MSU Faculty, AHEC To Develop Nursing Grant
Montana State University’s Mark and Robyn Jones College of Nursing was recently awarded a grant of nearly $4 million to strengthen clinical faculty and preceptor training in rural states across the West.
The grant, which comes from the U.S. Department of Health and Human Services’ Health Resources and Services Administration, will be administered by Molly Secor, the nursing college’s associate dean for research, in collaboration with the university’s Montana Office of Rural Health and Area Health Education Center. The MORH/AHEC office, which is housed within the nursing college, focuses on workforce development and health care facility support for rural Montana.
The goal of the project — called the Nurse Education, Practice, Quality and Retention Program - Clinical Faculty and Preceptor Academies — is to increase the number of qualified clinical nursing faculty and preceptors across HHS Region 8, which includes Montana, Colorado, North Dakota, South Dakota, Utah and Wyoming. While those states make up 15.4 percent of the country’s geographic area, they are home to just 3.7 percent of its population. This low population density amplifies the challenges of accessing health care facilities for student clinical experiences and finding qualified clinical preceptors – nursing professionals who oversee student clinical experiences.
“As the demand for nurses grows in the United States, so does the demand for nurse preceptors,” said Secor. “Unfortunately, the supply of preceptors has not kept up with demand, resulting in a growing shortfall.”
Combined with faculty shortages across the nation, the shortage of nursing preceptors significantly limits the growth of nursing education programs and the production of new nurses for the workforce, Secor said.
With the grant funding, a team including representatives from each of the six participating states will create and implement curriculum designed to prepare existing professional nurses to be preceptors. They will be trained in clinical education methods for nursing students, with the aim of increasing the states’ capacity to educate nursing students and thereby enlarge the nursing workforce. Many of the educational opportunities will include stipends to incentivize completing the trainings, since some nurses may have to take time off from their existing work to complete the continuing education.
The project will include collaboration between MSU and the nursing colleges in each of those six regional states, and each state will uniquely implement the developed curriculum. The four-year project aims to train and support close to 900 clinical faculty and preceptors. In addition to the academic institutions in the region’s states, Mock said health care facilities were also quick to voice their support for the project and their willingness to support their staff in pursuing the proposed opportunities.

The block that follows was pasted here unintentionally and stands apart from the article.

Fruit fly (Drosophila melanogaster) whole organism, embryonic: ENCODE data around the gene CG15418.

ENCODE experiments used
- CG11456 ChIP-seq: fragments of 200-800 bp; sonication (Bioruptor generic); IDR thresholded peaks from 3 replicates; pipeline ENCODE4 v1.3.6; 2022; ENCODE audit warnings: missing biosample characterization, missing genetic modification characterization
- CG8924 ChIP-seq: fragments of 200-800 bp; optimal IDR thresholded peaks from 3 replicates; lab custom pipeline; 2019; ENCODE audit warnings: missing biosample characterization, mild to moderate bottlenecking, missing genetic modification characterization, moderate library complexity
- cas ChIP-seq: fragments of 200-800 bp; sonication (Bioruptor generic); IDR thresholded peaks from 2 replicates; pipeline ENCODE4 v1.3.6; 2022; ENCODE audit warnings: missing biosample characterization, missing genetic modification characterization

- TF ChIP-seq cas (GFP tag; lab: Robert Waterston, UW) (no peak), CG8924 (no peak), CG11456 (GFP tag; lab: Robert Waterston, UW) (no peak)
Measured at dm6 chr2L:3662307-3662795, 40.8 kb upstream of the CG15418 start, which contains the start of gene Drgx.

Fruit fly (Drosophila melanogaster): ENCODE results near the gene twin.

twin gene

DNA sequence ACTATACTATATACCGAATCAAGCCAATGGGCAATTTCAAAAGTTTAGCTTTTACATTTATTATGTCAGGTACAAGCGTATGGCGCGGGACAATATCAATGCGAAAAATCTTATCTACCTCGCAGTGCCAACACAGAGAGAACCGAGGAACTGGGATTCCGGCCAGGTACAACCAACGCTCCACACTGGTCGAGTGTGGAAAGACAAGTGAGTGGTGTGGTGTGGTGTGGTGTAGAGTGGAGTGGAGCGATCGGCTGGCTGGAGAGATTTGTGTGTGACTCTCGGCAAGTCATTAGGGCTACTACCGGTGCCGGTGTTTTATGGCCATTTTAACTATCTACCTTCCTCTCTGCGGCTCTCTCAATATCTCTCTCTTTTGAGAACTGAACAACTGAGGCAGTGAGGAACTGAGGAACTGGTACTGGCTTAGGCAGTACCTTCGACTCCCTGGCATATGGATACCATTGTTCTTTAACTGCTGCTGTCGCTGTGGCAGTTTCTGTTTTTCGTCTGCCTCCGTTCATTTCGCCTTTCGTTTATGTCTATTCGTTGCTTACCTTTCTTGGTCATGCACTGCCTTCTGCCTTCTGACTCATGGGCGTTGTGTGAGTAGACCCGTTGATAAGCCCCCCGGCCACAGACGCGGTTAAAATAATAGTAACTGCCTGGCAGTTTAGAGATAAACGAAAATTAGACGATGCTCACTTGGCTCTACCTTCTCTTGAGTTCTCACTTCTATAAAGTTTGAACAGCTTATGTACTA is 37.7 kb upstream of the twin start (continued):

“Students having a great clinical experience in your institution creates a beautiful pipeline for recruiting your nursing workforce,” said Mock. “Employers see the value in the pathway from being a student, to employment, to helping educate the next generation of nurses as a preceptor or clinical instructor.”
Mock noted that support for the project proposal came quickly, which indicated not only the universal need for these types of resources but also faith in MSU’s Mark and Robyn Jones College of Nursing to lead the project.
“Aligned with our landgrant mission, MSU is deeply committed to preparing a nursing workforce that meets the demands of our rural state and region,” said Secor. “Partnering with a network of other programs enables our region to innovatively develop strategies to increase the number of nurse preceptors to support high quality nursing education.”
Secor noted that MORH/ AHEC was key to the project coming together.
“The Montana AHEC office is highly respected and well-connected across the West,” she said. “The AHEC leaders and team are committed to helping Montana build its much-needed health care workforce. Our college is proud to have the opportunity to partner with Montana’s AHEC office on this shared goal.”
Founded in 1937, Montana State University’s Mark and Robyn Jones College of Nursing offers bachelor’s, accelerated bachelor’s, master’s and doctoral-level nursing education to produce nurses, nurse leaders, nurse educators and nurse practitioners for Montana. The college of nursing has campus locations in Bozeman, Billings, Great Falls, Kalispell and Missoula. Montana State University is the largest producer of registered nurses in Montana and is the sole provider of doctoral nurse practitioner education in the state. More information is available at montana. edu/nursing.